954 F2d 1275 United States v. Ayala-Rivera
954 F.2d 1275
UNITED STATES of America, Plaintiff-Appellee,
Camilo AYALA-RIVERA, Defendant-Appellant.
United States Court of Appeals,
Argued May 31, 1991.
Decided Jan. 24, 1992.
Deborah J. Daniels, U.S. Atty., Kathleen M. Sweeney, Sharon Jackson (argued), Office of the U.S. Atty., Indianapolis, Ind., for plaintiff-appellee.
John A. Betts, Marseilles, Ill., argued, for defendant-appellant.
Before CUDAHY, POSNER and RIPPLE, Circuit Judges.
RIPPLE, Circuit Judge.
Appellant Camilo Ayala-Rivera pleaded guilty to the charge of escape from a federal prison and was sentenced to eighteen months imprisonment. On appeal, he seeks to vacate his conviction and sentence. For the following reasons, we affirm.
In the summer of 1988, Mr. Ayala-Rivera pleaded guilty in the United States District Court for the Northern District of Illinois to distribution of cocaine and conspiracy to distribute cocaine, in violation of 21 U.S.C. §§ 846 and 841(a)(1). The court sentenced him to five years imprisonment.
In October 1989, Mr. Ayala-Rivera was serving his sentence at the federal prison camp at Terre Haute, Indiana. Sometime on or about October 25th, Mr. Ayala-Rivera walked away from the prison camp. He claimed that he left to find a private doctor to minister to a health problem. On the morning of October 27th, he was apprehended near the camp by Bureau of Prisons Lt. Mark Hanley, who spotted Mr. Ayala-Rivera walking away from the camp down a Terre Haute road. At the time he saw Mr. Ayala-Rivera, Lt. Hanley was driving his children to school.
On November 29, 1989, a grand jury indicted Mr. Ayala-Rivera for escape, in violation of 18 U.S.C. § 751. Prior to trial, he pleaded guilty, and on April 29, 1990, the court held a sentencing hearing. At the hearing, Mr. Ayala-Rivera waived preparation of a new presentencing report and allowed the court to rely on the report created for his 1988 drug conviction. That report showed that in 1981 a California court had convicted Mr. Ayala-Rivera for reckless driving and sentenced him to two years probation. The report also stated that Mr. Ayala-Rivera and the government had agreed as part of their plea arrangement for the drug offenses that Mr. Ayala-Rivera "has no prior conviction; therefore, the criminal history points equal 0 and the defendant's criminal history category is I." Supp.R. 1 at 15.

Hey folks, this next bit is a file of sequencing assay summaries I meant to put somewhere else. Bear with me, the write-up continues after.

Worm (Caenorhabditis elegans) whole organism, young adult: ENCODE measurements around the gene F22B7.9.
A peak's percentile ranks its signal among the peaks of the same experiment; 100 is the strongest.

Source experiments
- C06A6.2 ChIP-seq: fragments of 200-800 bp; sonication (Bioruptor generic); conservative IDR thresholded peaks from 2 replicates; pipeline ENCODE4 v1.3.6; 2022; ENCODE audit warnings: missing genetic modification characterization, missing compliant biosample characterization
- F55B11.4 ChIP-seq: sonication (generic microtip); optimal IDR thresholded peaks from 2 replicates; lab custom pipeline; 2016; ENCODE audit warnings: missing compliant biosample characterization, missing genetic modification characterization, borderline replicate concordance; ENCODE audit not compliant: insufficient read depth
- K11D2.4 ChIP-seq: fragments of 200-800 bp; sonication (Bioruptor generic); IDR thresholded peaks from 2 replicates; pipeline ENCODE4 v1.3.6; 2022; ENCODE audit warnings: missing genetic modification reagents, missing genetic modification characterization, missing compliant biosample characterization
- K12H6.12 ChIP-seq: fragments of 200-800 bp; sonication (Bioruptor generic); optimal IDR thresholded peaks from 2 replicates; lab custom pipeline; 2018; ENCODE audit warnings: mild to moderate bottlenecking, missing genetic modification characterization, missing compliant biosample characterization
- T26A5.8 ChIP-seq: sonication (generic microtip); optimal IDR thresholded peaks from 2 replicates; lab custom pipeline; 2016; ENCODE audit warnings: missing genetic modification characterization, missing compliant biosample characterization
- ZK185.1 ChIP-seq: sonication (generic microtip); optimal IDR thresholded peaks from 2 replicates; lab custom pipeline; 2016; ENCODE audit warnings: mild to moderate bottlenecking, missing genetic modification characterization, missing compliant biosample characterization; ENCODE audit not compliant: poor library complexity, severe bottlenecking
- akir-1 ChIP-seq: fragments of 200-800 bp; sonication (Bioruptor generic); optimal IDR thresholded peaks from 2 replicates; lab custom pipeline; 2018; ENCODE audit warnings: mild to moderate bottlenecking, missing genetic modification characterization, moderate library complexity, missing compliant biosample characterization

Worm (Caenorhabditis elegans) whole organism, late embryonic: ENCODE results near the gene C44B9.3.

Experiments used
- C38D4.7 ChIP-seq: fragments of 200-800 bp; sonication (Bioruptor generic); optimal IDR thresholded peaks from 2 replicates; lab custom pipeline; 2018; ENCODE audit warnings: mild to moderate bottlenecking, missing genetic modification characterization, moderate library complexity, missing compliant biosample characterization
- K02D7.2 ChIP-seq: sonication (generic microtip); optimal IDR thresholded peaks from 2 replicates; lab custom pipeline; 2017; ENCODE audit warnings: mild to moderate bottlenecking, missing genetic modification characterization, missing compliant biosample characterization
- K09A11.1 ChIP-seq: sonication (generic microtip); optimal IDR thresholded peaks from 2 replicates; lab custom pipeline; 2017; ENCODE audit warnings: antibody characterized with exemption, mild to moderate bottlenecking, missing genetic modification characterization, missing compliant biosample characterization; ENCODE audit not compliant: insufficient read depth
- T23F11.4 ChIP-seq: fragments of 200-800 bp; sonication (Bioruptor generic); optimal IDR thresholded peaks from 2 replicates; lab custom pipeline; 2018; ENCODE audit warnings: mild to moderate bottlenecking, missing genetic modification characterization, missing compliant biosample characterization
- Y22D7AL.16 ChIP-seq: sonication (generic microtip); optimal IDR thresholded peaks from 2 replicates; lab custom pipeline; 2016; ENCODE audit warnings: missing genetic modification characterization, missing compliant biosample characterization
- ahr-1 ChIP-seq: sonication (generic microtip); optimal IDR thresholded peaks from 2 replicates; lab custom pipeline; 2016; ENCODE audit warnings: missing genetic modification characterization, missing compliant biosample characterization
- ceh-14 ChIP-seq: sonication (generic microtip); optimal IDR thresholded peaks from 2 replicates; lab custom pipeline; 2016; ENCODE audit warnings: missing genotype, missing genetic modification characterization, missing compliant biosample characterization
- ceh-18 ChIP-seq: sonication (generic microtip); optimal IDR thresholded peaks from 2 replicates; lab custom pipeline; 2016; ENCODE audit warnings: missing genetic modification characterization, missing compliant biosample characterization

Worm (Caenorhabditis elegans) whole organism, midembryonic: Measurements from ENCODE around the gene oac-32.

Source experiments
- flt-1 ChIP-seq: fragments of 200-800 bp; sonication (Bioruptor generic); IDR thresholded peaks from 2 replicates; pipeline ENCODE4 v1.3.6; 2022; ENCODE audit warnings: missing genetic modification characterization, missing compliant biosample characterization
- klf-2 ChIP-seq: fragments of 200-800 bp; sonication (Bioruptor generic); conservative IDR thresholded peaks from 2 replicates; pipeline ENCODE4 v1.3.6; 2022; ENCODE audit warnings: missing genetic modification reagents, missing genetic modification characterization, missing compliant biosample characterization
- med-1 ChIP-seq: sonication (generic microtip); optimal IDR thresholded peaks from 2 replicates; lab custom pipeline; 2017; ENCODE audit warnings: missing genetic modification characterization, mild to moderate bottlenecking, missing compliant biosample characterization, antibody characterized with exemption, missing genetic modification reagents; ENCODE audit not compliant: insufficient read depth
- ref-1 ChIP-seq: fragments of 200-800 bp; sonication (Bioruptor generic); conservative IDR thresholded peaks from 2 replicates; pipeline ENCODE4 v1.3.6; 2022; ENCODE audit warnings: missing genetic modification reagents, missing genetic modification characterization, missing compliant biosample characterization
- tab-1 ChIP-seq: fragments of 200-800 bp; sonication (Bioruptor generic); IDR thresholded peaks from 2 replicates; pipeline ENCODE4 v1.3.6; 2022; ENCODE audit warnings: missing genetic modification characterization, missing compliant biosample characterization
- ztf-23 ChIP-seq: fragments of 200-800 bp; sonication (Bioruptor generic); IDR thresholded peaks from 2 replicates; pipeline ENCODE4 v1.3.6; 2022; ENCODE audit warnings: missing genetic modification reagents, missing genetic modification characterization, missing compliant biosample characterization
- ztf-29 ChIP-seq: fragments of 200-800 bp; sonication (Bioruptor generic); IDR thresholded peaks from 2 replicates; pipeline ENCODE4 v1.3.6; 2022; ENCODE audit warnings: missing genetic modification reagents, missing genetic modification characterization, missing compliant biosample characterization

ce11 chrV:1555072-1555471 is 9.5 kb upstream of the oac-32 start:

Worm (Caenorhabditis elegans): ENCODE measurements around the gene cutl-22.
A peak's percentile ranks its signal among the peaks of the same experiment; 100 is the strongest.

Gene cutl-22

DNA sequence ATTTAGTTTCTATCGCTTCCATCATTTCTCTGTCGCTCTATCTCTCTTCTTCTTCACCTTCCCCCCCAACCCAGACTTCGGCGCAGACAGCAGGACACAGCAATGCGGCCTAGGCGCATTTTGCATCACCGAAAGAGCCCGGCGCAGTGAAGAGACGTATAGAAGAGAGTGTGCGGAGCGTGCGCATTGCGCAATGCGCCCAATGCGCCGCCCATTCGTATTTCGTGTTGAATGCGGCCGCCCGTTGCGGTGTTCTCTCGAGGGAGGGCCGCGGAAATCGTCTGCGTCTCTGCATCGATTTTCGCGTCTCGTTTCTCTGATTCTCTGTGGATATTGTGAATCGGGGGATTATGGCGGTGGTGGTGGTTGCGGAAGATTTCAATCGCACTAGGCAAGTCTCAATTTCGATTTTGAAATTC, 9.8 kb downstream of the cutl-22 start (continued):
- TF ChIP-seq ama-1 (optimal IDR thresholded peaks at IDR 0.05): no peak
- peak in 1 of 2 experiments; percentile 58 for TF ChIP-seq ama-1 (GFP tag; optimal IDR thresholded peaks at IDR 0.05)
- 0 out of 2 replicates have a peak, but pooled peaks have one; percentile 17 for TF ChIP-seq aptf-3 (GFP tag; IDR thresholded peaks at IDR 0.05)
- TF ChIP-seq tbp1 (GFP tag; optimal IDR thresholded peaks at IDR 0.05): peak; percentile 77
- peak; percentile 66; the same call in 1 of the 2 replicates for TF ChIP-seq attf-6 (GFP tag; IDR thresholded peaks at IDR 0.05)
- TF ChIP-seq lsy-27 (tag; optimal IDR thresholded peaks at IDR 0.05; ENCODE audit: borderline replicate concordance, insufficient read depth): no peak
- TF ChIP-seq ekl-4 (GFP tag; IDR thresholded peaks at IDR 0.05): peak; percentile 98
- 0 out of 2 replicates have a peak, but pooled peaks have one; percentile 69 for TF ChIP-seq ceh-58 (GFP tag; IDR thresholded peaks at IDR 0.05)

The court sentenced Mr. Ayala-Rivera to eighteen months imprisonment, which was to be served consecutively to his previous five-year sentence. The court accepted the government's contention that Mr. Ayala-Rivera's offense level under the United States Sentencing Guidelines (the Guidelines) was eleven: thirteen levels for escape under U.S.S.G. § 2P1.1, reduced two levels for acceptance of responsibility under U.S.S.G. § 3E1.1.1 The court then adopted the probation officer's conclusion that Mr. Ayala-Rivera's criminal history category was IV, which yielded a sentencing range of eighteen to twenty-four months.
Mr. Ayala-Rivera seeks to have his guilty plea and sentence vacated. He alleges first that the trial court erroneously placed him in criminal history category IV because it improperly considered in its analysis his 1981 conviction for reckless driving. Second, he contends that his indictment should be dismissed because it was not handed down within thirty days of his recapture, in violation of section 3161(b) of the Speedy Trial Act. 18 U.S.C. § 3161(b). Third, he contends that his counsel was constitutionally inadequate during plea negotiations and at the sentencing hearing.
A. The Application of the Guidelines
At issue here is the application of the Guidelines' section 4A1.1, which sets out the formula for determining a defendant's "criminal history category." U.S.S.G. § 4A1.1.2 This section assigns points to certain specified criminal events in the defendant's past, such as prior sentences of more than a year, sentences of more than sixty days, and crimes committed while in custody or soon after being released from custody. The sum of these points determines the defendant's criminal history category, which along with the offense level establishes the defendant's possible sentence.